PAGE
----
An entire issue of the journal “Elements” (June 2012) is devoted to the Fukushima – Daiichi nuclear tragedy in Japan in the wake of the 9.0 – Magnitude 11 March 2011 Tohuku earthquake with Takashi Murakami (Department of Earth and Planetary sciences of the University of Tokyo) and Rodney C. Ewing (Department of Earth and Environmental Sciences at the University of Michigan, USA) as guest editors. In a very thought provoking write‐up worth reading by all earth scientists and also nuclear engineers, Allison Macfarlane (Department of Environmental Science and Policy, George Mason University, Fairfax, Virgima and the presidential nominee as the next chair of the US Nuclear Regulatory Commission) explores the “disconnect between Geology and Nuclear Engineering”. In her analysis she highlights the differences in the approach of geologists and engineers as follows : “geologists try to understand a dynamic complex earth with all its attendant processes, while engineers consider a given system over a specified period of time – but one that must work within that complex Earth System”.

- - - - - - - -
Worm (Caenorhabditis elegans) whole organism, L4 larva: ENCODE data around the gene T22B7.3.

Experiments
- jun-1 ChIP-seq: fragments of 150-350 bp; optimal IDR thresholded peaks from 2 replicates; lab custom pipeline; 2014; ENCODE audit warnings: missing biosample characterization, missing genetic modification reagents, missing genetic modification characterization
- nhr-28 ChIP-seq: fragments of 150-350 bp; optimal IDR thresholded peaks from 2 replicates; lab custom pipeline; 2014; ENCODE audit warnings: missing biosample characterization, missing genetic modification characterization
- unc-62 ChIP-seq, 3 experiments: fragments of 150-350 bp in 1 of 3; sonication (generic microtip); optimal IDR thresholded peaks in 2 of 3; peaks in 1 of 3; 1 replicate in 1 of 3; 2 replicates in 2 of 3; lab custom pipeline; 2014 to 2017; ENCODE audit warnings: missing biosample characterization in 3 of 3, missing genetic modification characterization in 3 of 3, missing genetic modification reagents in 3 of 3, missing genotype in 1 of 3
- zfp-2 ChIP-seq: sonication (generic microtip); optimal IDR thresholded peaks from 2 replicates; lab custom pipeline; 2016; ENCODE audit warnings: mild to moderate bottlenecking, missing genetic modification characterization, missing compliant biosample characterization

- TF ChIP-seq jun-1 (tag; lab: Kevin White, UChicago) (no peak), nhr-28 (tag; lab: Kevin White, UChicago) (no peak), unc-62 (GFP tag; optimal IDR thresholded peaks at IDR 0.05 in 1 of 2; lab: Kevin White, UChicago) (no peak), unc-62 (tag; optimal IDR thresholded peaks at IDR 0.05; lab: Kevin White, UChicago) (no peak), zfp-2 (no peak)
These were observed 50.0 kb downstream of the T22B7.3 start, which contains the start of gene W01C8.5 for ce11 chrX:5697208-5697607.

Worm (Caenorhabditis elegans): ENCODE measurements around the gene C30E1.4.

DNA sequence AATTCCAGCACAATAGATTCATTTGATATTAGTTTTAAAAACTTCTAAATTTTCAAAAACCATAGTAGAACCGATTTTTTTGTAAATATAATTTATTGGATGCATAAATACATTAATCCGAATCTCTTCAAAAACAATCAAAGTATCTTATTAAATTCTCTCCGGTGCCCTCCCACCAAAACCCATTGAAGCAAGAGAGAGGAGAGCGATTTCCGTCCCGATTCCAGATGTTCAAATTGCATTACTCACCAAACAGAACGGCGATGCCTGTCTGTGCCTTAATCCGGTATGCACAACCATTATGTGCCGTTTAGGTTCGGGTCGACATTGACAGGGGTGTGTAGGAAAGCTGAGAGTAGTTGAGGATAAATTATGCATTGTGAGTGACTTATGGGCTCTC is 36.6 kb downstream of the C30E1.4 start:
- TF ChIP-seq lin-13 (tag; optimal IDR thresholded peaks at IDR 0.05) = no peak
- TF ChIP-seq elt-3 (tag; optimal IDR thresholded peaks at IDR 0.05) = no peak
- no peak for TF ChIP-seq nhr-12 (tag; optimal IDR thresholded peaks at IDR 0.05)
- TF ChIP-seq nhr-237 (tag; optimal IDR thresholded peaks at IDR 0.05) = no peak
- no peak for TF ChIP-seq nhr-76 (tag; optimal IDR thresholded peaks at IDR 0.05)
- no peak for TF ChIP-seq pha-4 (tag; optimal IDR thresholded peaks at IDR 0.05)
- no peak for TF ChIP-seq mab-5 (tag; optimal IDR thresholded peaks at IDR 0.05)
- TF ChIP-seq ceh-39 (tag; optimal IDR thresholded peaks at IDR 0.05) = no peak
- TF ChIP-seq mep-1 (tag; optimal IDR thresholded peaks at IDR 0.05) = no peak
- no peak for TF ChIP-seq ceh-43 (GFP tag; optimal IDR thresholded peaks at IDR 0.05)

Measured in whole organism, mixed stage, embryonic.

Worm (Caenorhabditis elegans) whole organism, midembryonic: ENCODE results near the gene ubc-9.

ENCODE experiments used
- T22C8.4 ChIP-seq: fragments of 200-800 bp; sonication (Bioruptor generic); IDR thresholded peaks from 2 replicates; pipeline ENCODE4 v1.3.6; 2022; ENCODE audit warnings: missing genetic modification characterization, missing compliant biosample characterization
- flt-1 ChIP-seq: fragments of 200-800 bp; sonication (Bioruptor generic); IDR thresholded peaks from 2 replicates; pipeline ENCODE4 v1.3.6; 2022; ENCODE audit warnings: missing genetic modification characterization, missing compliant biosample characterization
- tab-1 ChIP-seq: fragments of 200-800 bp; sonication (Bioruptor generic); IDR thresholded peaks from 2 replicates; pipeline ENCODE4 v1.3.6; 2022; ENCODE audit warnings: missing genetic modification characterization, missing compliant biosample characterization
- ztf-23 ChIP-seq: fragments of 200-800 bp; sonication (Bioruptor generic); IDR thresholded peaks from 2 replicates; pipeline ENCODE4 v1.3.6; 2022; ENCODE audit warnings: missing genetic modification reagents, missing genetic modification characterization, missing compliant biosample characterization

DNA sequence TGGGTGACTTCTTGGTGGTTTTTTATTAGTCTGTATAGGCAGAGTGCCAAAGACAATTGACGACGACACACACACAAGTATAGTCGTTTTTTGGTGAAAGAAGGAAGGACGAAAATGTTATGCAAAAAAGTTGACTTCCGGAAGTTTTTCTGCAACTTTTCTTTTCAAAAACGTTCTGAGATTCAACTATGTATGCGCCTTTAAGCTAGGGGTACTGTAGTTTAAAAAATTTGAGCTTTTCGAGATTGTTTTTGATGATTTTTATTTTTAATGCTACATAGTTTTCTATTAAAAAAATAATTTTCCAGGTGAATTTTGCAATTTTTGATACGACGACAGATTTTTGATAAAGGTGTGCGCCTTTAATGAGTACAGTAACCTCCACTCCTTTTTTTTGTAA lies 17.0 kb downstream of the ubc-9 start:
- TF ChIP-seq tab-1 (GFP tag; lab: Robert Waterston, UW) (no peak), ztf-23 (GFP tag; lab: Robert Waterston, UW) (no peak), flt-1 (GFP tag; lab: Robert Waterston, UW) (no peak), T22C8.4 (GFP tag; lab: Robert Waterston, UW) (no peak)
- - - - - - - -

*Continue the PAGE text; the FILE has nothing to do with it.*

All earth‐scientists interested in the environmental impact of the Fukushima tragedy in terms of atmospheric dispersion and deposition of radio nucliides from the plant, land‐surface contamination, oceanic dispersion and interaction between nuclear fuel and water at the reactor sites, should pursue this special issue that provides a concise survey by Japanese and other international scientist‐groups of great value.
The debate about the future of nuclear power not only in Japan but also around the world after the Fukushima – Daiichi event has to necessarily delve also on the dynamics of geological processes in risk assessment.
MSR/1 Aug 2012
Source: Elements, Jan 2012, v.8, No.3, pp.163‐240, Guest Editors: Takashi Murakami and Rodney C. Ewing (Issue devoted to Fukushima – Daiichi)